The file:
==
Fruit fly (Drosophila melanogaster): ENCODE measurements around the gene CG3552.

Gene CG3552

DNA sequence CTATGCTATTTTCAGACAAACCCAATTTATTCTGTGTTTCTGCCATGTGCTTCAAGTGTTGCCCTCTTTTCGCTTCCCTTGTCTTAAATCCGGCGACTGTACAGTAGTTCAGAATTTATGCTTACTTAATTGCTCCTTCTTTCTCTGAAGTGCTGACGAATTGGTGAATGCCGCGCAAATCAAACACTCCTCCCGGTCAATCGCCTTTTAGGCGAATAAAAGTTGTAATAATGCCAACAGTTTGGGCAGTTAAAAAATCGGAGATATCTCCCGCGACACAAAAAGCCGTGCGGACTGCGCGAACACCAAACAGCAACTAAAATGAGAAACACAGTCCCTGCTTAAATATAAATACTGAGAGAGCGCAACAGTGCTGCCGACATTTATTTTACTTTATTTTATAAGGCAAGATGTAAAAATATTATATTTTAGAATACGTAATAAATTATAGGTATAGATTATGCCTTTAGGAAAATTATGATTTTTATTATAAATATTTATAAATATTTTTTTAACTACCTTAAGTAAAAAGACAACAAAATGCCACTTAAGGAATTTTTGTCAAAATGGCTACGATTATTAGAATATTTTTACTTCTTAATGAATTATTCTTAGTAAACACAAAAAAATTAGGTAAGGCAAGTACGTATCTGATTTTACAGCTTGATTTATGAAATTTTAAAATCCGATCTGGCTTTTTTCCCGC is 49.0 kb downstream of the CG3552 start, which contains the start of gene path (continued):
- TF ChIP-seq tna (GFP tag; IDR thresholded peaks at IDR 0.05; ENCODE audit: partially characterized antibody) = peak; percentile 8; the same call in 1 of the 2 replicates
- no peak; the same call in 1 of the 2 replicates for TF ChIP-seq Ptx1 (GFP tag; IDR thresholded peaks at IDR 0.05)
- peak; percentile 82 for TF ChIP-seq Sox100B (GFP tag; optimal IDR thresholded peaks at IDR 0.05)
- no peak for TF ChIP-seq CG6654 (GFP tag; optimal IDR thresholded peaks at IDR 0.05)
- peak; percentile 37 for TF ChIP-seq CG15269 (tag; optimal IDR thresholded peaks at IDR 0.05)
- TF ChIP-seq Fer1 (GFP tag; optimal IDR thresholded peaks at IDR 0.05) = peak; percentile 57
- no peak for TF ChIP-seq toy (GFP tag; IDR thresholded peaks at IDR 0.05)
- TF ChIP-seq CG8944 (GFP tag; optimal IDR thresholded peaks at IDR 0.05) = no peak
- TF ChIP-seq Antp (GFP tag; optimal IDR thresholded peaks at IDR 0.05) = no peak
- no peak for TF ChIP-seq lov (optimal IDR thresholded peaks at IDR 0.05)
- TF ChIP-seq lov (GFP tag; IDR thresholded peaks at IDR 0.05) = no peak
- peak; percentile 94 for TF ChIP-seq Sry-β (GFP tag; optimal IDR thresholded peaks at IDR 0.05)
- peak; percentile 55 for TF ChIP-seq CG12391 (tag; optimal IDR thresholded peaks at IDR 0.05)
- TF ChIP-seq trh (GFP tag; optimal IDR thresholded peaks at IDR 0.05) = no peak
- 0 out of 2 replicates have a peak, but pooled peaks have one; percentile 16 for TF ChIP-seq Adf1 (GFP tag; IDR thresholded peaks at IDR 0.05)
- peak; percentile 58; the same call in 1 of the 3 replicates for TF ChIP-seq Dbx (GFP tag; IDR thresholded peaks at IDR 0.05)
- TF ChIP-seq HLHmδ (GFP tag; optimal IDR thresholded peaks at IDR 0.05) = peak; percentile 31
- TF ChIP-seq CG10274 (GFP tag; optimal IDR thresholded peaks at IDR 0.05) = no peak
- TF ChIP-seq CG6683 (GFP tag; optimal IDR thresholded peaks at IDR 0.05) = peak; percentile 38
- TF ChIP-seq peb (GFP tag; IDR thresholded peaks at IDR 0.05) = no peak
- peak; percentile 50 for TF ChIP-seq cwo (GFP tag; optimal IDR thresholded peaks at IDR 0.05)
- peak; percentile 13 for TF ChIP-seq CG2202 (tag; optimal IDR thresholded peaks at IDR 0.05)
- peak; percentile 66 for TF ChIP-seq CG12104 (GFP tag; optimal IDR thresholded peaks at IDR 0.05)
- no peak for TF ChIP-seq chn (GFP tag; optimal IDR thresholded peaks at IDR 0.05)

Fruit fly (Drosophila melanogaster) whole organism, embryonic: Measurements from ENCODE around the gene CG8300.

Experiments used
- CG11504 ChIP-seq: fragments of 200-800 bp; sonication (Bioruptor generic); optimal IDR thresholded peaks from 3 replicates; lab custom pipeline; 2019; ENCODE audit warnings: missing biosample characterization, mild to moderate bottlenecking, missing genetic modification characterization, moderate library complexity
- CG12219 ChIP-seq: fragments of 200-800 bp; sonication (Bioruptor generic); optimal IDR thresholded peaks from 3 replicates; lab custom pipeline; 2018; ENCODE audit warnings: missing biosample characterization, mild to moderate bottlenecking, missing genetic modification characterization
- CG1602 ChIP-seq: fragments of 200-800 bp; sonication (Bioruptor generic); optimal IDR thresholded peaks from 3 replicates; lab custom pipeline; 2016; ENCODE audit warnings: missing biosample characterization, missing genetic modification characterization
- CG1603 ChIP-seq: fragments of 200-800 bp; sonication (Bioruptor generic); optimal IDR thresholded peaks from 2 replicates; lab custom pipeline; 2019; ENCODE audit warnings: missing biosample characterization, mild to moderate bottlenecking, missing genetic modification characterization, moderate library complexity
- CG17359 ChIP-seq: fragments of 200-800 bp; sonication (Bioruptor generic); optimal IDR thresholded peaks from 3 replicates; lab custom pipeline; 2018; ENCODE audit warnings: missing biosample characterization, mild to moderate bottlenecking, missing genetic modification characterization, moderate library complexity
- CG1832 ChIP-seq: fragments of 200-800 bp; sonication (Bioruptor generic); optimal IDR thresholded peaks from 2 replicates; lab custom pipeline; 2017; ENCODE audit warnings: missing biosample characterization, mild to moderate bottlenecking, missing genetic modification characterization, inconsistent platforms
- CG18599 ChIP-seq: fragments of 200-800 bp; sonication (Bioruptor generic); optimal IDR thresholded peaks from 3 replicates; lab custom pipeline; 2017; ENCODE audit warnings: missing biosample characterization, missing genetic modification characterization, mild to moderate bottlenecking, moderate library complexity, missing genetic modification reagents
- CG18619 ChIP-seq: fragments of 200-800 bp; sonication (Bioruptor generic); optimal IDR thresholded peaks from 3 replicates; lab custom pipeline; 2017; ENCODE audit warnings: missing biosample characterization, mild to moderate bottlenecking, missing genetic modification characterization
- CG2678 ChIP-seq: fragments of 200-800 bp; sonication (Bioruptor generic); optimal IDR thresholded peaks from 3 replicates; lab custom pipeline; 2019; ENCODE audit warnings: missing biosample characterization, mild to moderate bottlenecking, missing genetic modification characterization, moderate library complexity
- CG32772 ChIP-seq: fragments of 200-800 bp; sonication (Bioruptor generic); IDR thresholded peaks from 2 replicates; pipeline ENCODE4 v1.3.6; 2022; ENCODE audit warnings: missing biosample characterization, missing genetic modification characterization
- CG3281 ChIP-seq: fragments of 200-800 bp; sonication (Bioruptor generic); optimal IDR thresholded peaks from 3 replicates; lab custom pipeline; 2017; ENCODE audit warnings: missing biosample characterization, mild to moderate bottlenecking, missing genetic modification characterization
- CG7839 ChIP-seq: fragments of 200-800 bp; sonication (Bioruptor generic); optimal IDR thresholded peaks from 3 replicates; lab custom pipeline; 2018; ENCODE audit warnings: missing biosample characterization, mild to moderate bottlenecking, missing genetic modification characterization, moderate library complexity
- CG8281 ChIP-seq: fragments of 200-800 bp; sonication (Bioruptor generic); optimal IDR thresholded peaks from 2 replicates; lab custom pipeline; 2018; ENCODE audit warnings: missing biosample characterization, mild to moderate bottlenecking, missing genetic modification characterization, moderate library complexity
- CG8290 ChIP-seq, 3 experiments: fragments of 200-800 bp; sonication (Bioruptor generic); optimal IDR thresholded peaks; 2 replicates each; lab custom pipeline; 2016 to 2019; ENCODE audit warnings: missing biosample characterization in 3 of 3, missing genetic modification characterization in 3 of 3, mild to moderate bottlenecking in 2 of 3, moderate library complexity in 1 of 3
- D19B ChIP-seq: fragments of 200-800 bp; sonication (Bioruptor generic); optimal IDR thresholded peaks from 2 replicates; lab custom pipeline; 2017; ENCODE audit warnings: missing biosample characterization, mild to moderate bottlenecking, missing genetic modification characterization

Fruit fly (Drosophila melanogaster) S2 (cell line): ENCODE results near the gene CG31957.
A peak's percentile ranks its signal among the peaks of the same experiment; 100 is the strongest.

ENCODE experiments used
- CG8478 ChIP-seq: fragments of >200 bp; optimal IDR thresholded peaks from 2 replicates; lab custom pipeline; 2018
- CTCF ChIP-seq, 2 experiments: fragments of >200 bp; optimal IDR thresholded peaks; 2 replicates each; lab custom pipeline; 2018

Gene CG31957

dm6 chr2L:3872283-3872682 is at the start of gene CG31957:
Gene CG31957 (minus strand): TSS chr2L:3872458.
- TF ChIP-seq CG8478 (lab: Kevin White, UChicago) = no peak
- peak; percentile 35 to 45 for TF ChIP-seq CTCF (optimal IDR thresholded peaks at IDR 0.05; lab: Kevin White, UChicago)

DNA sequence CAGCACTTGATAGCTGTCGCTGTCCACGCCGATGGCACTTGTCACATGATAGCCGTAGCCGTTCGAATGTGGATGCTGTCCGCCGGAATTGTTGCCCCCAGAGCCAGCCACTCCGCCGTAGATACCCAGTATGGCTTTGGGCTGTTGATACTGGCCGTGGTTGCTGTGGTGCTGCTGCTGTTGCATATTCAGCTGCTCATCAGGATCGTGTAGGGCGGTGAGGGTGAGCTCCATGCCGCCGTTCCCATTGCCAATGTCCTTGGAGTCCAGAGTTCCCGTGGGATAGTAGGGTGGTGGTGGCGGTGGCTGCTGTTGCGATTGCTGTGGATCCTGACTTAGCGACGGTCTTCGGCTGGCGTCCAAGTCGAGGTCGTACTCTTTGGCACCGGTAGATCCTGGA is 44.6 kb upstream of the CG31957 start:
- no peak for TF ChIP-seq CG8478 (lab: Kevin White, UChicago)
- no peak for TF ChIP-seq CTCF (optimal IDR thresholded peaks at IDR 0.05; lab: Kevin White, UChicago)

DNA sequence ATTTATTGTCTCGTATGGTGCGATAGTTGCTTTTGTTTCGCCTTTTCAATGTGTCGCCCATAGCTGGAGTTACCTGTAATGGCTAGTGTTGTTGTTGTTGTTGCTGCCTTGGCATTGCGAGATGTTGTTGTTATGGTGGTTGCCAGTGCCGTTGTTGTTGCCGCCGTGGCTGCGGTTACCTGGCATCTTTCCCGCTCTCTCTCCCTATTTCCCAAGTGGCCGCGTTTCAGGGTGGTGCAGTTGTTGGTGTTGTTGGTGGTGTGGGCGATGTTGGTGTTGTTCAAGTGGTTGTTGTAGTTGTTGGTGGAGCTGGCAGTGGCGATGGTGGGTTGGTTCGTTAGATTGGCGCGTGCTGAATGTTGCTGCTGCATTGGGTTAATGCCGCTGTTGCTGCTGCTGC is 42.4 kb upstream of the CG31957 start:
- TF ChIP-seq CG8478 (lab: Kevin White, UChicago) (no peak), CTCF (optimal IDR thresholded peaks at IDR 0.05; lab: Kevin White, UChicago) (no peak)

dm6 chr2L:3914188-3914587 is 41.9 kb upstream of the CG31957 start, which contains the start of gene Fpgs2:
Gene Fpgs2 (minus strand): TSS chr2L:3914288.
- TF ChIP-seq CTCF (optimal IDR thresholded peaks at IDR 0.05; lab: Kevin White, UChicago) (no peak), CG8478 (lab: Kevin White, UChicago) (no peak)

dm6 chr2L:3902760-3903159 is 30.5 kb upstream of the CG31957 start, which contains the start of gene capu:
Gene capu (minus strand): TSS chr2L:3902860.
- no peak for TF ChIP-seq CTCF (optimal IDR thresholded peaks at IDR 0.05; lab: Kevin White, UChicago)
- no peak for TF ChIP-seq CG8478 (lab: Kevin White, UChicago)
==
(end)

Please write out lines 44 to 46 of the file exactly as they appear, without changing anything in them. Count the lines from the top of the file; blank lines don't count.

- D19B ChIP-seq: fragments of 200-800 bp; sonication (Bioruptor generic); optimal IDR thresholded peaks from 2 replicates; lab custom pipeline; 2017; ENCODE audit warnings: missing biosample characterization, mild to moderate bottlenecking, missing genetic modification characterization

Fruit fly (Drosophila melanogaster) S2 (cell line): ENCODE results near the gene CG31957.
A peak's percentile ranks its signal among the peaks of the same experiment; 100 is the strongest.